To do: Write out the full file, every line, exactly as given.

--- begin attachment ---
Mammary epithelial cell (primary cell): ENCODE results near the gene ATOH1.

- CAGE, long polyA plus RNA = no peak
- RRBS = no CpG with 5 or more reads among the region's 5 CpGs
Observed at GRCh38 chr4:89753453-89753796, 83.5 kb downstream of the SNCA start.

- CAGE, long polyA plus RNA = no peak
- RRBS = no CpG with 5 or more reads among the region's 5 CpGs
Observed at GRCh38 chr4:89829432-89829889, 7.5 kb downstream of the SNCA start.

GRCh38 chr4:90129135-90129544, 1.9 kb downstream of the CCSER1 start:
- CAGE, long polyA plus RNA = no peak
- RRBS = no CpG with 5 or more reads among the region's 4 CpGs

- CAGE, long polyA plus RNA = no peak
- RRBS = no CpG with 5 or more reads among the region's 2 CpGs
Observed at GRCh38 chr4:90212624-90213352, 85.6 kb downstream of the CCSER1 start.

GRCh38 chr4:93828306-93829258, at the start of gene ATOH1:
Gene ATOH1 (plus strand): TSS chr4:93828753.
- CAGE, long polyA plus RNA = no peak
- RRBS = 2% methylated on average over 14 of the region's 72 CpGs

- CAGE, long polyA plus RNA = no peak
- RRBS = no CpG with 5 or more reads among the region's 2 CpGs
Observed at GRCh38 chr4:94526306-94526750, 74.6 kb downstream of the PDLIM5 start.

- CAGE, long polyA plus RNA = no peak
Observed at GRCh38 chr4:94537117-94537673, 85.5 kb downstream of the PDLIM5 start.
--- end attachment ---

Mammary epithelial cell (primary cell): ENCODE results near the gene ATOH1.

- CAGE, long polyA plus RNA = no peak
- RRBS = no CpG with 5 or more reads among the region's 5 CpGs
Observed at GRCh38 chr4:89753453-89753796, 83.5 kb downstream of the SNCA start.

- CAGE, long polyA plus RNA = no peak
- RRBS = no CpG with 5 or more reads among the region's 5 CpGs
Observed at GRCh38 chr4:89829432-89829889, 7.5 kb downstream of the SNCA start.

GRCh38 chr4:90129135-90129544, 1.9 kb downstream of the CCSER1 start:
- CAGE, long polyA plus RNA = no peak
- RRBS = no CpG with 5 or more reads among the region's 4 CpGs

- CAGE, long polyA plus RNA = no peak
- RRBS = no CpG with 5 or more reads among the region's 2 CpGs
Observed at GRCh38 chr4:90212624-90213352, 85.6 kb downstream of the CCSER1 start.

GRCh38 chr4:93828306-93829258, at the start of gene ATOH1:
Gene ATOH1 (plus strand): TSS chr4:93828753.
- CAGE, long polyA plus RNA = no peak
- RRBS = 2% methylated on average over 14 of the region's 72 CpGs

- CAGE, long polyA plus RNA = no peak
- RRBS = no CpG with 5 or more reads among the region's 2 CpGs
Observed at GRCh38 chr4:94526306-94526750, 74.6 kb downstream of the PDLIM5 start.

- CAGE, long polyA plus RNA = no peak
Observed at GRCh38 chr4:94537117-94537673, 85.5 kb downstream of the PDLIM5 start.